Hard Water and Your Skin


If you suffer from chronic dry skin, you probably have already tried every lotion, moisturizer and cream on the market. Regardless of which product you currently use now or have used in the past, and no matter the frequency of its use, you probably have seen the condition persist no matter what. The good news is you don’t just have to suffer and live with this condition, as it is quite possibly caused by a simple environmental factor. Hard water is a very common problem in Nebraska and it could be that the water you use to wash your dishes, linens and clothes, bathe in and even drink is a major contributor to your dry skin problem.Hard Water and Your Skin

Why is Water Hard?

Neutral water is measured at 7 on the pH scale, which is extremely close to the natural 7.3 pH of the human body. On the other hand, hard water is highly alkaline, with high levels of calcium, magnesium or iron ions. As a result, hard water can make it difficult for substances such as soaps or detergents to properly dissolve into the water and function. This can mean difficulty lathering or problems rinsing out any soapy or detergent residues. Additionally, hard water can allow minerals deposits to accumulate in pipes and plumbing which can cause scale build up clogs and damage. While the effects of hard water can be problematic and costly on water using appliances, such as dishwashers, washing machines and water heaters, the effect on your skin can be less obvious, but just as damaging.

Your Skin and Hard Water:

Minerals such as calcium, magnesium or iron in hard water can leave a surface residue on clothing, plumbing fixtures and also your skin and hair. This can lead to skin irritations where the pores become clogged, much like your pipes.  But hard water can also mean that shampoos, soaps and other cleansing products do not effectively lather up, leading to increased usage. This leads to augmented residue build up on your skin, which can further clog the skin pores, causing dry, itchy and flaky skin, that can be especially problematic for sensitive areas such as the face, where your skin may feel particularly reddened and irritated.  In other words it’s a vicious cycle.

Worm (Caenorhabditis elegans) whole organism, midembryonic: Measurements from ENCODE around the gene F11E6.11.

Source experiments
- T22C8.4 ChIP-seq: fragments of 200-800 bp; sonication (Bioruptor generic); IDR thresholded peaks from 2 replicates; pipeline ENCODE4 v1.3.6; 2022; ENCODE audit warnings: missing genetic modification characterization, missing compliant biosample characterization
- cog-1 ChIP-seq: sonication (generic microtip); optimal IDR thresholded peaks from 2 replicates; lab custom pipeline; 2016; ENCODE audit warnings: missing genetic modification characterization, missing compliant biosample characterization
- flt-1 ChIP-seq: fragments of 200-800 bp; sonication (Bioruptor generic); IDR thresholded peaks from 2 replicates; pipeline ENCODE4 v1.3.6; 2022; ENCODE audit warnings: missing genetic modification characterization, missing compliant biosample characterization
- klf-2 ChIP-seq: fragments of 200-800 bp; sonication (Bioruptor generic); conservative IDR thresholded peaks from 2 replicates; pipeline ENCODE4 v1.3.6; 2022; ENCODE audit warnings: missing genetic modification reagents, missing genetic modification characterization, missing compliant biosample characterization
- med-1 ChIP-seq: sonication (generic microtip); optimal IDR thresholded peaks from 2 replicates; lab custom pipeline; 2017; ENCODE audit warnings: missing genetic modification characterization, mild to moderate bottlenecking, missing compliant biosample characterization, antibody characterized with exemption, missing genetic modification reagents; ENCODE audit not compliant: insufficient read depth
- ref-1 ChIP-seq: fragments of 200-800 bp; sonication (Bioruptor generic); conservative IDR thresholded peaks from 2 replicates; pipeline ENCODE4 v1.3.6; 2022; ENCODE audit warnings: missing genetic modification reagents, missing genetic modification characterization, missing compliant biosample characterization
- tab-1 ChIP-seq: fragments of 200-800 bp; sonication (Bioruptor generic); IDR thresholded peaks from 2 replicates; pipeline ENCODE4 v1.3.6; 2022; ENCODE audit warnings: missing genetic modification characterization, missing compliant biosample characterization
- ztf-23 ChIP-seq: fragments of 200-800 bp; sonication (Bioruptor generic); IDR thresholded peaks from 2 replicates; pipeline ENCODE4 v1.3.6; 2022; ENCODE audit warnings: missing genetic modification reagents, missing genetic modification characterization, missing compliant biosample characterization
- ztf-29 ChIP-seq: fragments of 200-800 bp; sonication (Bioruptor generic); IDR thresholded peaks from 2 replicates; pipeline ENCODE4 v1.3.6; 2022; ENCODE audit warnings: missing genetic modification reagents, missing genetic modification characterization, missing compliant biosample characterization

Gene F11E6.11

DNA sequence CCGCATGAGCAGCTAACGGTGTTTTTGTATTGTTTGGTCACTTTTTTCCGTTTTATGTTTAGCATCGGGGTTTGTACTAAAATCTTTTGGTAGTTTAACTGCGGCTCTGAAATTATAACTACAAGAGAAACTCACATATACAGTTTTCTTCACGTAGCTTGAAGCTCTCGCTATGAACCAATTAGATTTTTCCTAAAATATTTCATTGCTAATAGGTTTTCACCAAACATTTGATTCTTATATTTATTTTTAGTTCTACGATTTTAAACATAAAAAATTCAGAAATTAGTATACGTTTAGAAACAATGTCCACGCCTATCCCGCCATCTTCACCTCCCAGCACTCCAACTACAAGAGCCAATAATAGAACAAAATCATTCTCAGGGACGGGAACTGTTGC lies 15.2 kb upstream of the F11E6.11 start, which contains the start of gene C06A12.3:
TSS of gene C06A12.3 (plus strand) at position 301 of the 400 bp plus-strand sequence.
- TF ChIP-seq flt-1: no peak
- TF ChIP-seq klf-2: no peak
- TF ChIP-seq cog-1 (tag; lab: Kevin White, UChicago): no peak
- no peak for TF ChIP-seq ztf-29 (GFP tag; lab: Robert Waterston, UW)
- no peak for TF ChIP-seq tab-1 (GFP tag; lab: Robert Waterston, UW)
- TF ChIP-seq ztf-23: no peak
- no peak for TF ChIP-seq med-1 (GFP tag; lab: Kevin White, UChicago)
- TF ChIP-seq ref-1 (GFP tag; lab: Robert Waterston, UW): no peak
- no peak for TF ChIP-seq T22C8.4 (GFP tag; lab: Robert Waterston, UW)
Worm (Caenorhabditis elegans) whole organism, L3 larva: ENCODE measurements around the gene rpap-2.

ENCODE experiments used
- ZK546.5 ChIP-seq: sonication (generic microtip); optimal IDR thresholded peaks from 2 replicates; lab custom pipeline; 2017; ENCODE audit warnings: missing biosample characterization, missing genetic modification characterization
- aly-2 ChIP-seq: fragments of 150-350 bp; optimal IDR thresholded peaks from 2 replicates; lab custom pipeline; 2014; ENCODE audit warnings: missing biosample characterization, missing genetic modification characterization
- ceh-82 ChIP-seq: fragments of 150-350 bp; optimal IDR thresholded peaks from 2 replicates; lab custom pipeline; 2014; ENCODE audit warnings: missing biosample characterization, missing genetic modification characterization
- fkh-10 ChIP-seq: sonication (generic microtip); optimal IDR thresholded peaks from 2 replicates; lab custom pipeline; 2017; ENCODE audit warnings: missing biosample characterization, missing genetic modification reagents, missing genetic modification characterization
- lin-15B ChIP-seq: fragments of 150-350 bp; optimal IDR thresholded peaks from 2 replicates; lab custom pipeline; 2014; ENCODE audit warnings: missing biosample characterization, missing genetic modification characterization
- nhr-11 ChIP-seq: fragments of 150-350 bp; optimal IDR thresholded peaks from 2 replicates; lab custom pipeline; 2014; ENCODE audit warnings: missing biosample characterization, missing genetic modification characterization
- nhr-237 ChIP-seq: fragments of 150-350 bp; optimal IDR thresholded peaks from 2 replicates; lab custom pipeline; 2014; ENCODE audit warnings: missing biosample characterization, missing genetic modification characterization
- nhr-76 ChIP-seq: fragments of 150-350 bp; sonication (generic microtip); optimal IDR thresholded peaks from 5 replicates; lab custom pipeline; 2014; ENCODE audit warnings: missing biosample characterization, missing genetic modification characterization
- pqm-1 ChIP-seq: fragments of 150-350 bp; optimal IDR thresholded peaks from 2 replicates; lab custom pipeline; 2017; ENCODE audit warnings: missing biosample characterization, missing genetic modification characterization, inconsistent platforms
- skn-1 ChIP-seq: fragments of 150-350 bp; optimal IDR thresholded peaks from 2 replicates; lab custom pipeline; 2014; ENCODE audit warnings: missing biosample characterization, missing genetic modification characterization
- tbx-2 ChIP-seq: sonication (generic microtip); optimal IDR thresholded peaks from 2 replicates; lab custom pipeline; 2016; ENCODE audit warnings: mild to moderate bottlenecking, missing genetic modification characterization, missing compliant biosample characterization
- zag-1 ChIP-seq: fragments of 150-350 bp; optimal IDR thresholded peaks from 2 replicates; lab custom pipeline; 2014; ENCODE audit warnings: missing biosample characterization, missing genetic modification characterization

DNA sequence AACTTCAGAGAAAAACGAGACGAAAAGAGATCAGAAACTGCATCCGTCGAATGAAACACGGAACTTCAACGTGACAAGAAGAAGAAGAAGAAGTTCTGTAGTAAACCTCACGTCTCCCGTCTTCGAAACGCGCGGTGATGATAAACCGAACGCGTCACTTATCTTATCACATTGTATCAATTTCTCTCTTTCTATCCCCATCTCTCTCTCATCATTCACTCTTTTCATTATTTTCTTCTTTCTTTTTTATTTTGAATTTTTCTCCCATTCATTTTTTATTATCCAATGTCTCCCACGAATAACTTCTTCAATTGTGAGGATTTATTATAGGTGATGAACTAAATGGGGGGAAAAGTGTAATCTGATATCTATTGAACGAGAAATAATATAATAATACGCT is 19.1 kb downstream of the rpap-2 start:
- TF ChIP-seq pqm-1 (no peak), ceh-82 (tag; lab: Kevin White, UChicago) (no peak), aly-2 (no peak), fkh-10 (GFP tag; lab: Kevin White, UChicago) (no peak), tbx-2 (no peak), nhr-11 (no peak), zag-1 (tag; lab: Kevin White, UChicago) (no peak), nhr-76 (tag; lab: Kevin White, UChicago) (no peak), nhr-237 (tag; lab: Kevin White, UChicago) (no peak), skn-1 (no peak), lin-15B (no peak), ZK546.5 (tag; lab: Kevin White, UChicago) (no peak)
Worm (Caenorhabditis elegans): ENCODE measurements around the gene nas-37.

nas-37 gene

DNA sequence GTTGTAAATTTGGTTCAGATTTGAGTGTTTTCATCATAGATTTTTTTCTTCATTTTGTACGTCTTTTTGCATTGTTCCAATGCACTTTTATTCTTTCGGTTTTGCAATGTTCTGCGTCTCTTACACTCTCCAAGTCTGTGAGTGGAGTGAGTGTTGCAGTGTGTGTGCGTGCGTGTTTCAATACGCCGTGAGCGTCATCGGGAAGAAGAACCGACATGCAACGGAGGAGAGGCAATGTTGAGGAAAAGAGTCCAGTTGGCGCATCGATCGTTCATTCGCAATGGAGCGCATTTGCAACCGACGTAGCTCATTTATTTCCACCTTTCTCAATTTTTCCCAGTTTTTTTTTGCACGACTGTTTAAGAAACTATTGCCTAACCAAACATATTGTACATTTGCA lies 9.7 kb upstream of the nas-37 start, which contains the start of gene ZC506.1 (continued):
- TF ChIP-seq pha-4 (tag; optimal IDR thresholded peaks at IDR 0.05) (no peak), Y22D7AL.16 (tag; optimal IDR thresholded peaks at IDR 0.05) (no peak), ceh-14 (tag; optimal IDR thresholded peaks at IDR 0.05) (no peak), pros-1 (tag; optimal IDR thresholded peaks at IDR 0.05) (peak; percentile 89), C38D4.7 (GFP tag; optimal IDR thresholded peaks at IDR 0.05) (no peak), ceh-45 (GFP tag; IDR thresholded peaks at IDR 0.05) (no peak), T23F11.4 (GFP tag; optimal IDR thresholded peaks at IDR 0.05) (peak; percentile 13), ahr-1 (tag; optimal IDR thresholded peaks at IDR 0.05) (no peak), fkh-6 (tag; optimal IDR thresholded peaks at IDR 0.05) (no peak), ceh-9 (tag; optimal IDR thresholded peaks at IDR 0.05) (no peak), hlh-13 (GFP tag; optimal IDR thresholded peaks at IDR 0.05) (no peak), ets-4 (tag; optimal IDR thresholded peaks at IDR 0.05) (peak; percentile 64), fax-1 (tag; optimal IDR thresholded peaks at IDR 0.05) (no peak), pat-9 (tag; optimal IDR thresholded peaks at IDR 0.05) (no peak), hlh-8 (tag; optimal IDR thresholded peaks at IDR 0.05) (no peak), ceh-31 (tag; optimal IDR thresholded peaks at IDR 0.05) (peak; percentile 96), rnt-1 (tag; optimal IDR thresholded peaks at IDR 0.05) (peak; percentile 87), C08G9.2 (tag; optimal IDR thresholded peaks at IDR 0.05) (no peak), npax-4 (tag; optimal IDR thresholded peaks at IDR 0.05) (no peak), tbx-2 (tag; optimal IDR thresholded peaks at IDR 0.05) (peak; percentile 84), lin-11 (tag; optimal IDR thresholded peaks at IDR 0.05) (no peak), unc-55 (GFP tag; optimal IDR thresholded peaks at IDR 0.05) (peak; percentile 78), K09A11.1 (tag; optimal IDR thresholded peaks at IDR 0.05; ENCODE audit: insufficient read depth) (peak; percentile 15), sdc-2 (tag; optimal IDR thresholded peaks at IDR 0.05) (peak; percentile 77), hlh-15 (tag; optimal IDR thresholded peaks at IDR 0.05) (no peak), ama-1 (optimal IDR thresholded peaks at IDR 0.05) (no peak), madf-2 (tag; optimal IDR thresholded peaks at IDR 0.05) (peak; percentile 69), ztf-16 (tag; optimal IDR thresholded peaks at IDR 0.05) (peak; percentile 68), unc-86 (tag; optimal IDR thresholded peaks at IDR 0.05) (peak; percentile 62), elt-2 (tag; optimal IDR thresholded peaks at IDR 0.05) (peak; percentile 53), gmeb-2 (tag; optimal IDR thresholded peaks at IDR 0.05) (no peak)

You may also find that irritated skin is further inflamed by chafing and rubbing of clothing washed in hard water which feels rougher on the skin, much like light sand paper. Of course, if you already have a pre-existing skin condition, such as contact dermatitis, or eczema, hard water can be even more damaging. While hard water itself will not cause a skin condition, it could initiate a flare-up or irritate an existing one. These effects are particularly apparent with people who frequently wash their hands for a living because of their work.  These folks may find that the combination of soaps and hard water cause dry, irritated and reddened skin.

How to Deal with Hard Water:

The best way to remedy hard water in Nebraska is to soften it. This process involves removing the calcium and magnesium ions from the water. Most home water softening appliances use ion exchange methods to achieve this effect. These units exchange the calcium or magnesium ions which are causing the hardness to begin with, for sodium or potassium chloride ions. Softening the water allows for soaps and detergents to be much more efficiently rinsed from clothing and skin which can reduce the risk of pores becoming clogged, allowing moisture to be properly absorbed by the skin, keeping it healthy and soft.

About The Author, Terry Reeh, EcoWater Systems of Nebraska:

With more than 25 years experience in the residential and commercial water treatment space, Terry is a WQA (Water Quality Association) certified water specialist, LEVEL 3, as well as a WQA certified sales representative.  EcoWater Systems of Nebraska is one of the biggest water treatment and water delivery businesses in the state and Terry currently sits on EcoWater Systems (a Berkshire Hathaway Company) national Peers committee, as a water treatment expert advising other water professionals with less experience on best trade and technology practices.

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